process ends in continued pension raids, state overspending
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[MAY 4, 2006]
SPRINGFIELD -- After secret,
closed-door meetings between Chicago Democrats, state Rep. Bill
Mitchell, R-Forsyth, said Wednesday that he would oppose the
fiscal 2007 budget because it fails to cut spending and pay
backlogged bills to address needs of the state.
"It is a shame that more members of this legislative body were not
asked to contribute to the budget process," Mitchell said. "Chicago
Democrats met in secret to craft a new state budget that will do
nothing to address almost $2 billion in unpaid Medicaid debts or
replenish pensions that are being raided for the second year in a
Earlier this spring, Mitchell filed a bill to foster more
transparency on budget items.
House Bill 5248 requires budget bills to be posted on the
General Assembly's Web pages 72 hours before final passage.
The Democrats' proposed budget does the following:
systems for $1.1 billion in fiscal 2007, after $1.2 billion for
fiscal 2006 was raided in last year's budget. Between fiscal
2004 and fiscal 2008, the Democrats will short the pensions by
$3.5 billion, which will cost the taxpayers $38.5 billion to
Contributes to a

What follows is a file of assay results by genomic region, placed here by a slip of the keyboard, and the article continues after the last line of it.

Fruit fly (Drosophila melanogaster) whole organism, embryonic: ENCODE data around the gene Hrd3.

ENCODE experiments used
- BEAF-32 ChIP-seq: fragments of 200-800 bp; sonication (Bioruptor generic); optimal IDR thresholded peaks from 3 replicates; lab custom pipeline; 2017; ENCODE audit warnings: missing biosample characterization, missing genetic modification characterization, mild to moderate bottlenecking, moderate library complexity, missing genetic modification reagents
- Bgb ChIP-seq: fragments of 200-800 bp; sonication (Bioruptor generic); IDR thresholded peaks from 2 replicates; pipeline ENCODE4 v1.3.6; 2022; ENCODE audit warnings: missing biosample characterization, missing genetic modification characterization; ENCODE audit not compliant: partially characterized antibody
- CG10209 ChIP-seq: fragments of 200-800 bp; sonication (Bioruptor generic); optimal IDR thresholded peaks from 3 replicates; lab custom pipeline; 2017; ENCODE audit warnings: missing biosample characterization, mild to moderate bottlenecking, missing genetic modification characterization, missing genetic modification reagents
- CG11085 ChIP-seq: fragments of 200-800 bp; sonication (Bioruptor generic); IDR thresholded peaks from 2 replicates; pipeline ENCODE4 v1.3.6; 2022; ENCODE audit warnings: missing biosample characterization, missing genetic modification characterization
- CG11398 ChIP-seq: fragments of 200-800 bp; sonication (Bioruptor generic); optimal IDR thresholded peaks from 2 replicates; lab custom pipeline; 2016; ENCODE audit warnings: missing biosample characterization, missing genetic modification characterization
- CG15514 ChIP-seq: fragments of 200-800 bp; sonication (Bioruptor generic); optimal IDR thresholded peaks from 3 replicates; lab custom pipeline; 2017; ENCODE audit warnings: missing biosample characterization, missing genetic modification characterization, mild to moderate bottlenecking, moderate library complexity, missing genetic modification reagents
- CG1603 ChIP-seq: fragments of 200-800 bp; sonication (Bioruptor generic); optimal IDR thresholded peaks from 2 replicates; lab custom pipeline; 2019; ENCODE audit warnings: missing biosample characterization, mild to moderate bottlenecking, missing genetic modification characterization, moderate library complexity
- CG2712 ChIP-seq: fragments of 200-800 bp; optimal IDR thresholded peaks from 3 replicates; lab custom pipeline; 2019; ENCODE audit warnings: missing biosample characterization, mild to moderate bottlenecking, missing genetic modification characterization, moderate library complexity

general obligation bond debt that has now tripled by 167
percent, from $7.6 billion to $20.3 billion. In the coming year,
taxpayers will have to pay $1.68 billion just to cover the debt
service on these bonds.
Ignores nearly $2
billion in unpaid Medicaid bills owed to hospitals, nursing
homes, pharmacists and others for services they have already
rendered. Many of the agencies wait more than six months to
receive payments, creating financial hardships and causing
closures for some struggling nursing homes.
dollars have been allocated to Chicago pork projects, while
pensions are shortchanged and Medicaid bills go unpaid.
[to top of second column]
"State debt has increased in the last three years more than in
the Thompson, Edgar and Ryan years combined," Mitchell said,
referring to former Illinois governors.
Although the $55 billion budget indicates the anticipation of
$900 million in new state revenues, Mitchell said those revenues
should not have been used to propose another $1.4 billion in new
spending for pet projects, when the state is not currently meeting
"Instead of putting more money into the hands of Democrats for
their pork projects, we could have been looking at ways to keep two
people from being cut from both the Department of Corrections
facilities in Decatur and the facility in Lincoln," Mitchell said.
"It is obvious we're not committed to creating a safer environment
for our state correctional workers or the communities they are
Recently, Mitchell held a press conference at an area prison,
citing the need for improved safety conditions in Illinois prisons
and correctional facilities. By cutting staff and removing key
positions from those facilities, the state is jeopardizing the
safety of prison inmates, other workers and residents who live near
[News release from
Rep. Bill Mitchell]